• Learning to deal with wait times in a calm manner can be a big benefit
  • Being firm yet polite takes the emotion out of the situation
  • Emailing or using the online chat function may take longer, but takes further emotion out of the situation and solves verbal miscommunication.

Talk to TIO

There are some solid reasons for taking your complaint to the Ombudsman. If you ask to escalate the issue with your telco to a higher power and are refused, that’s usually grounds for TIO to get involved.

  • Talking to TIO doesn’t have to be a ‘last ditch’ or desperate measure.
  • TIO often deals with even minor complaints that do not warrant an investigation
  • If you’ve spoken to even one person at your telco, a call to TIO is more than warranted if your issue is still unresolved.

Take it to social media, but tread carefully

Take it to social media, but tread carefully If you have a Facebook or Twitter account, no doubt you have seen those complaints to various companies’ social media that go viral. Usually if you can garner enough publicity, the company will come back straight away and sort the issue out. However, the majority of complaints are not viral, and social media can be a cruel place.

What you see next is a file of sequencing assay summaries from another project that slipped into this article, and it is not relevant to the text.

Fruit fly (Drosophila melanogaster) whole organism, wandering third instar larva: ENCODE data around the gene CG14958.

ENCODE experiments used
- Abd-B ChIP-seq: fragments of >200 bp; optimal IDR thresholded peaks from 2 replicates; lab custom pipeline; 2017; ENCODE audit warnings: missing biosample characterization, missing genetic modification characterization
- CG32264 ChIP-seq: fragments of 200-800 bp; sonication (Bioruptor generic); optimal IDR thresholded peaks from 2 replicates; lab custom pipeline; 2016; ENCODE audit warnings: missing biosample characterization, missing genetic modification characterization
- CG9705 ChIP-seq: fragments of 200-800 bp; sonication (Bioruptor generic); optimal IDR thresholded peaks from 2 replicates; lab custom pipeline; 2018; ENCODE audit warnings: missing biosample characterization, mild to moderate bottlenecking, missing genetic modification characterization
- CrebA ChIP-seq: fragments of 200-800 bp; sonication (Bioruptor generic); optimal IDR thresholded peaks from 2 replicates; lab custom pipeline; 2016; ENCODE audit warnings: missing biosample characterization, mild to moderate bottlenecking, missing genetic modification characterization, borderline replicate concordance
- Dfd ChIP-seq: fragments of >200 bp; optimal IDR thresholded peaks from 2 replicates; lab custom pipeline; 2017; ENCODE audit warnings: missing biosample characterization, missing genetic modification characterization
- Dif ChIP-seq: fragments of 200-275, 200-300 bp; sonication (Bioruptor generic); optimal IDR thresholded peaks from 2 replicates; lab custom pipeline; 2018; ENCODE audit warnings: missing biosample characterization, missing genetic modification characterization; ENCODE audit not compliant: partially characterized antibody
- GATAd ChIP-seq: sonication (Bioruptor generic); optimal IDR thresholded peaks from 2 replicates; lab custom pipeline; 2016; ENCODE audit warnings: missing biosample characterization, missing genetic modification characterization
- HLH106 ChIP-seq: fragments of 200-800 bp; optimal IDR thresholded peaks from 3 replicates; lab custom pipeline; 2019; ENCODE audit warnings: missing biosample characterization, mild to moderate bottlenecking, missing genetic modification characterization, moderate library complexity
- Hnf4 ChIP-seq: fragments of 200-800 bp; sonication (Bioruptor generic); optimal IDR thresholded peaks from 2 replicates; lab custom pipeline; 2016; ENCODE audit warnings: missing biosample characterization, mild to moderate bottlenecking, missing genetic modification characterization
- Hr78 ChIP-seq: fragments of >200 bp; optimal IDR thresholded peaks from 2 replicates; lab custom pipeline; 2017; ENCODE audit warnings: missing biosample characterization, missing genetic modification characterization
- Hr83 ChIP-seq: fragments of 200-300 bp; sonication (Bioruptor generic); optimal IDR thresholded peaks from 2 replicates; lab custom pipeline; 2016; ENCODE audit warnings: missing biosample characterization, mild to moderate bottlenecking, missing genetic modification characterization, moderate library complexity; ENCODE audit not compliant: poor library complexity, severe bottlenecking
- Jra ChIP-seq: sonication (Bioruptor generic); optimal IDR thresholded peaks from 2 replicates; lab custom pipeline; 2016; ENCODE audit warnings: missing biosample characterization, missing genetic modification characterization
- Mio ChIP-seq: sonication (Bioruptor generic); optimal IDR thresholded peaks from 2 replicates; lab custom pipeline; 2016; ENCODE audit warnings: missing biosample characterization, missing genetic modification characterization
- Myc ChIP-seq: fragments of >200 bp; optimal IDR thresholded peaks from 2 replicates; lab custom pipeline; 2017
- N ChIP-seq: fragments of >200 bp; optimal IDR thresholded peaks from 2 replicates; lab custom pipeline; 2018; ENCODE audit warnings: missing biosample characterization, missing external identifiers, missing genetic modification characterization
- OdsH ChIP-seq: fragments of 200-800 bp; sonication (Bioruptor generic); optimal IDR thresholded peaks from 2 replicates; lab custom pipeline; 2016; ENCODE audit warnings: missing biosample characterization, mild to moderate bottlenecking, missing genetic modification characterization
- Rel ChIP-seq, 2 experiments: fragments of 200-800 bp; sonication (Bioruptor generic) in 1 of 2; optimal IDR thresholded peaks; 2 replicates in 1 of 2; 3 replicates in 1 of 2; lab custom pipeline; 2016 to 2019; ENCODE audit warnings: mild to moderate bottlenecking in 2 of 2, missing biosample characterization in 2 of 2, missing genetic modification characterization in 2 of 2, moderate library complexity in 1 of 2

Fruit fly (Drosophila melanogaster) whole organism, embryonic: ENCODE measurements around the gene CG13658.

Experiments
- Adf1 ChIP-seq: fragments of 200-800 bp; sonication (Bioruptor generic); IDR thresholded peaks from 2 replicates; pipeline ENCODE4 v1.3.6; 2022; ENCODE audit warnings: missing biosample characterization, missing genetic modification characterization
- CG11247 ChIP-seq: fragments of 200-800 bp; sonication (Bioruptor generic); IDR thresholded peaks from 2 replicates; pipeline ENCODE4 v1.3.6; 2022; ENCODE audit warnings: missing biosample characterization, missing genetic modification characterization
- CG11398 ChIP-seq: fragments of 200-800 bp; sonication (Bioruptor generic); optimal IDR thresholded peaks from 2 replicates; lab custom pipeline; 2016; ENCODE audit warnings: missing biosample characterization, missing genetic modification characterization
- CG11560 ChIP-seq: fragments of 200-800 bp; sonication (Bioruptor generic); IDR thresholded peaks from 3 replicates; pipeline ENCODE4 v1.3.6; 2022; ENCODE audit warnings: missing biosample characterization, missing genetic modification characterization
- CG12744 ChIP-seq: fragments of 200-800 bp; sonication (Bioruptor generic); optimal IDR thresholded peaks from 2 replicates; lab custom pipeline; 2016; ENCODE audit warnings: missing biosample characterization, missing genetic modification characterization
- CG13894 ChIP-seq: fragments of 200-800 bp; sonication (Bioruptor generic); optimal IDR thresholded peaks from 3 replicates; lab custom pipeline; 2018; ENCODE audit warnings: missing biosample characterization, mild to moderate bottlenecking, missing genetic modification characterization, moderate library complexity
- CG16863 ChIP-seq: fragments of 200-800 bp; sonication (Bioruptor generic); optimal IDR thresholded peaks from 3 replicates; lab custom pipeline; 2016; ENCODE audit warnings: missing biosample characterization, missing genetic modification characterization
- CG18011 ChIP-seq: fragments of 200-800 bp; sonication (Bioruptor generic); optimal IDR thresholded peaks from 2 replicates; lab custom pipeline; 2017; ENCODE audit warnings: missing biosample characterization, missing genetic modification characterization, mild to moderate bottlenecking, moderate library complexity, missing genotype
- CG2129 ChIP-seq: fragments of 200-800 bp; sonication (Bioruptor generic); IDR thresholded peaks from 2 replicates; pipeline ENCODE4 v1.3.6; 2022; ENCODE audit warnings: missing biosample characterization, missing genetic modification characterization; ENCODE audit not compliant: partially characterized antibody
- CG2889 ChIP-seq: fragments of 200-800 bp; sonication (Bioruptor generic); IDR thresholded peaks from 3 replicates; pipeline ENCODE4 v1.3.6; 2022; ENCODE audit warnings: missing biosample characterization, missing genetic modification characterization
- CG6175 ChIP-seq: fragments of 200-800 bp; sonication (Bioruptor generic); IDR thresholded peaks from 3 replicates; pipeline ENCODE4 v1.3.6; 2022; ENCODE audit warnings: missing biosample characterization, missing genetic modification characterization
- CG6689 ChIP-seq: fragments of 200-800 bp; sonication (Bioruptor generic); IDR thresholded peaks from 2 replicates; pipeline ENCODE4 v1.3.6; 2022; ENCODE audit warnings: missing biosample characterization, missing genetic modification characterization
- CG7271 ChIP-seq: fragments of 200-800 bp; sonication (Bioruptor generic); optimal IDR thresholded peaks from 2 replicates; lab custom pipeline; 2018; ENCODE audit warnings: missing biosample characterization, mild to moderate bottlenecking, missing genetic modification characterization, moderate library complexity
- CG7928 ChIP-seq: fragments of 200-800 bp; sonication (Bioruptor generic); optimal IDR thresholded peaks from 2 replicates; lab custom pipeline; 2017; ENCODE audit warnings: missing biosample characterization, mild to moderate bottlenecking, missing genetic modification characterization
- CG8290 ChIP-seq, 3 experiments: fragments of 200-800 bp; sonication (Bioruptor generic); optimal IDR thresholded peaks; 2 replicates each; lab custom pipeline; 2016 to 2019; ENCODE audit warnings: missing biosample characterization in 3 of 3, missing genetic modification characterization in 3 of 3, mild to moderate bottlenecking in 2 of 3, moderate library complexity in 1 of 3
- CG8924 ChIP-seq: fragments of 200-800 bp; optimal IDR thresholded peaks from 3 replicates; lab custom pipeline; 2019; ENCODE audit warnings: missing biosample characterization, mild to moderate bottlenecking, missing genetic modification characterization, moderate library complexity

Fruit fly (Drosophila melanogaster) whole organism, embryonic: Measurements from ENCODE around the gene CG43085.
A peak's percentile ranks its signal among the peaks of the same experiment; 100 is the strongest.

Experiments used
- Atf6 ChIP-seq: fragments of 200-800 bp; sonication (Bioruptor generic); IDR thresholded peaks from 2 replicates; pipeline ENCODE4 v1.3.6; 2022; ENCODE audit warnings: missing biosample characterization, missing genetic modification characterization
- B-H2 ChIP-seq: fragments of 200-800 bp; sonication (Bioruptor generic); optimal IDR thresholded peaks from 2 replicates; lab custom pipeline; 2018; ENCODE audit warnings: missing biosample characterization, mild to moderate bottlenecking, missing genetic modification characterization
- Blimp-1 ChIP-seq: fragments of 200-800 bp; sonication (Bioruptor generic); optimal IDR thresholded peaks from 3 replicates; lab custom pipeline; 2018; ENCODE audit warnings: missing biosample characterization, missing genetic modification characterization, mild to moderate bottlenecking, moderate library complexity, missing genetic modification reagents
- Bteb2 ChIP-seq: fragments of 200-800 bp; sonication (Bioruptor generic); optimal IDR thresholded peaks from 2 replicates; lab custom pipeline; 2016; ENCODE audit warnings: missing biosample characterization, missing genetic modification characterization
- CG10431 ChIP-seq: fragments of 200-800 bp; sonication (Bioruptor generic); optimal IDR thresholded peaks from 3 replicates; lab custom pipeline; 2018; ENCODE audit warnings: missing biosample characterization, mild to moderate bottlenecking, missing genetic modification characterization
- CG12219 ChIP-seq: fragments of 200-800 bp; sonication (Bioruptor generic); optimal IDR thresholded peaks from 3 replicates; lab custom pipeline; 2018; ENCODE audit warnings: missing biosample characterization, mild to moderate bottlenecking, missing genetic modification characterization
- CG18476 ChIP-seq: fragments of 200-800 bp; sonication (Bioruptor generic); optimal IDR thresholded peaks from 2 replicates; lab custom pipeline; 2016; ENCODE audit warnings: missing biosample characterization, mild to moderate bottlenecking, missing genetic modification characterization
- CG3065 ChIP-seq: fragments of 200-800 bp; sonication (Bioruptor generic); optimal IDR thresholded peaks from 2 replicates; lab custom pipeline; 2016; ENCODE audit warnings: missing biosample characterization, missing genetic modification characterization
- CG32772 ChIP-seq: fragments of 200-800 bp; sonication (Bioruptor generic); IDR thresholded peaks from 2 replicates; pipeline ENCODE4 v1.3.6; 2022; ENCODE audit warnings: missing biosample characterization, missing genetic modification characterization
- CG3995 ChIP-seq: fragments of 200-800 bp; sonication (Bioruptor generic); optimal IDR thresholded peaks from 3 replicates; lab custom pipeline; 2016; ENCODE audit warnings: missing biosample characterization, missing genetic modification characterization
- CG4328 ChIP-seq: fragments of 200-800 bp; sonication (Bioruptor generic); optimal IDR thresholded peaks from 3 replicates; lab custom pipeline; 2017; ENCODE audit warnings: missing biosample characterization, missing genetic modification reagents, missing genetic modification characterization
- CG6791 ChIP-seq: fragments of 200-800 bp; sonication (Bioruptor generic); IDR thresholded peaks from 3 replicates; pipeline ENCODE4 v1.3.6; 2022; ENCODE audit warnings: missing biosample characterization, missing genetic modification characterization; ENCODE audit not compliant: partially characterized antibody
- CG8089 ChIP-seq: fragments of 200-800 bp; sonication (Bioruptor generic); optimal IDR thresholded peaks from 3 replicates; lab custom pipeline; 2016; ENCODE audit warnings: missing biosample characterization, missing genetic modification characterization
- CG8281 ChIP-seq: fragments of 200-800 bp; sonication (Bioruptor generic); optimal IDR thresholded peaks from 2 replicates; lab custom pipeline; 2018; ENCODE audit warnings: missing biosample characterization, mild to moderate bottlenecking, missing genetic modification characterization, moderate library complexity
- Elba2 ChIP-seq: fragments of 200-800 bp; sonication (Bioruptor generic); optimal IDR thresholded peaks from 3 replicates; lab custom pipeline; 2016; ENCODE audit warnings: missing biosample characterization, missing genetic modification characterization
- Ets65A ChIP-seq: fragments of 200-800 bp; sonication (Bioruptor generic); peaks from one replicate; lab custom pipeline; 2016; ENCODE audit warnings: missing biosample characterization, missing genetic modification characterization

• If your post comes across the wrong way or seems unjust or overly emotive, expect swathes of cruel keyboard warriors to spray you.
  • To heighten your chances of a swift response, grammar, punctuation and layout of your post need to be decent, with the point of your complaint clear and concise.
  • The best viral posts are usually either funny, unusual or both.
  • Social media is a good way to increase exposure to a problem, and leaves companies with nearly no choice but to respond

Are telco complaints warranted?

Yes… most of the time. If you’re paying for a service, and especially one you think is expensive in the first place, you should rightfully expect it to work smoothly. Australia is a bit behind other countries in general when it comes to internet, so having a subpar connection that goes awry only adds insult to injury – we wonder if those Mongolian telcos receive thousands of complaints like Optus and Telstra do. That being said, there are some things that may not even require a call to your telco, and you may be interested in some of these guides:

Telco complaints varied quite a lot in our survey, and it seemed to be spread pretty evenly between NBN and ADSL.

  • The NBN may not be as useless or incompetent as you might have garnered from all the bad press recently.
  • Main gripes centred on customer service, speed, reliability and cost.

Overall, customers were fairly satisfied with their broadband, with only a few commenters evidently totally dissatisfied. If you do have a complaint, talking to your telco with a clear objective and a polite demeanour is a good way to get what you want out of your complaint. However, don’t be afraid to approach the Ombudsman – chances are your issue can be quickly solved. Australians may seem like a whingeing bunch when it comes to their internet plan, but picking up the phone to sort out a problem never hurt anyone.